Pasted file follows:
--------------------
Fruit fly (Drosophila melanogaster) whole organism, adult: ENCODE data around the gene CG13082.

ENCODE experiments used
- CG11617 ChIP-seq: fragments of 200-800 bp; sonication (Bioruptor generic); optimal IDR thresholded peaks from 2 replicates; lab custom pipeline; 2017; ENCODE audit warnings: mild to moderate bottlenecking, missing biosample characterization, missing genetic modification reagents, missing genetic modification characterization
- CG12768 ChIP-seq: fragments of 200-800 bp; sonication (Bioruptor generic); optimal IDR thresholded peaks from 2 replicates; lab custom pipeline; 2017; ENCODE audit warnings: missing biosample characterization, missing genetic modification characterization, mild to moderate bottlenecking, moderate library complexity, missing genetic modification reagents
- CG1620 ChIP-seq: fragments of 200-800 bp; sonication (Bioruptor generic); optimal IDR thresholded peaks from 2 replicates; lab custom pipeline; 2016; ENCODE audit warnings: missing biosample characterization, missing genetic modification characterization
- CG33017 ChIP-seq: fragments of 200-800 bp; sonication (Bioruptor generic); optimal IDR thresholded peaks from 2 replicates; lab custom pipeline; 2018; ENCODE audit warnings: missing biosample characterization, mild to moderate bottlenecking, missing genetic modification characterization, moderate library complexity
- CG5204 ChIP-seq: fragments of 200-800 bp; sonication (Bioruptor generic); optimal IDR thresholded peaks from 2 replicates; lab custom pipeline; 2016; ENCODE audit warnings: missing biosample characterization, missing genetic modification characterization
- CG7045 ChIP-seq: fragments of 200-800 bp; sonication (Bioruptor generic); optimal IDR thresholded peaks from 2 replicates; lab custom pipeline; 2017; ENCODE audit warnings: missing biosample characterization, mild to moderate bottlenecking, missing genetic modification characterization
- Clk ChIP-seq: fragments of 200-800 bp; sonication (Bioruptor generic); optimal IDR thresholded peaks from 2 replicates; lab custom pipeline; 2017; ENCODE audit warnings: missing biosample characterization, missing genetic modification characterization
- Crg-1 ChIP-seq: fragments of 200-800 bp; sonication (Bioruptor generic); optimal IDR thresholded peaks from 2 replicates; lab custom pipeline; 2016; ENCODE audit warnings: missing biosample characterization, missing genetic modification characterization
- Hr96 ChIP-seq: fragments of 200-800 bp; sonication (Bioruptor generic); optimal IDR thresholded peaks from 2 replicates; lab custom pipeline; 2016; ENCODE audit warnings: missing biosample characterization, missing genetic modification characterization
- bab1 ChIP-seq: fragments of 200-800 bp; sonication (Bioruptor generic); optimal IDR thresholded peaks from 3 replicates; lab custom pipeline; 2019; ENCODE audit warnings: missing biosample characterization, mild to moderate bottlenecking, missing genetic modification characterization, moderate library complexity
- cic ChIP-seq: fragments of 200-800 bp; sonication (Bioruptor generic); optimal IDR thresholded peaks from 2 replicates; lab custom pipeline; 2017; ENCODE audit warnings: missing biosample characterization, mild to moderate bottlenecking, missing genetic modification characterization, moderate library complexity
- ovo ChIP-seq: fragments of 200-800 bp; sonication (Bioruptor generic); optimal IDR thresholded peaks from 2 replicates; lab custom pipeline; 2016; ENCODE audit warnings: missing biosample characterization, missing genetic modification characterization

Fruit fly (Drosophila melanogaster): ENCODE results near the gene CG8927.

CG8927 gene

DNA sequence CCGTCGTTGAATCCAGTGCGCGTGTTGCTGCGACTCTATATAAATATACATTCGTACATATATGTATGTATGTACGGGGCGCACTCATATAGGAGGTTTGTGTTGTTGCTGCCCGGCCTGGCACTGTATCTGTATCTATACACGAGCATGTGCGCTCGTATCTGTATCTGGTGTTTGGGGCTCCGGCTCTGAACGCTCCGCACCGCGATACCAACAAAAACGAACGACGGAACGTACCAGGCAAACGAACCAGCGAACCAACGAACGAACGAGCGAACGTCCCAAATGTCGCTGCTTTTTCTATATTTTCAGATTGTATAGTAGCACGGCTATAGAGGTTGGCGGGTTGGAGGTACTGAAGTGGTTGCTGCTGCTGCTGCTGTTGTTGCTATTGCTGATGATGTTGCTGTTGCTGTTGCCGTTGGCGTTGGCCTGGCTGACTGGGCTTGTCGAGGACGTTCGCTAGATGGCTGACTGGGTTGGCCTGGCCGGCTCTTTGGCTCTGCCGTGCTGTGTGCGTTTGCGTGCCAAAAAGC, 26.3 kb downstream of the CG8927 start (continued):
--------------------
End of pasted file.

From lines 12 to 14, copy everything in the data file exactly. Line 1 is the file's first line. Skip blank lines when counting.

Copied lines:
- bab1 ChIP-seq: fragments of 200-800 bp; sonication (Bioruptor generic); optimal IDR thresholded peaks from 3 replicates; lab custom pipeline; 2019; ENCODE audit warnings: missing biosample characterization, mild to moderate bottlenecking, missing genetic modification characterization, moderate library complexity
- cic ChIP-seq: fragments of 200-800 bp; sonication (Bioruptor generic); optimal IDR thresholded peaks from 2 replicates; lab custom pipeline; 2017; ENCODE audit warnings: missing biosample characterization, mild to moderate bottlenecking, missing genetic modification characterization, moderate library complexity
- ovo ChIP-seq: fragments of 200-800 bp; sonication (Bioruptor generic); optimal IDR thresholded peaks from 2 replicates; lab custom pipeline; 2016; ENCODE audit warnings: missing biosample characterization, missing genetic modification characterization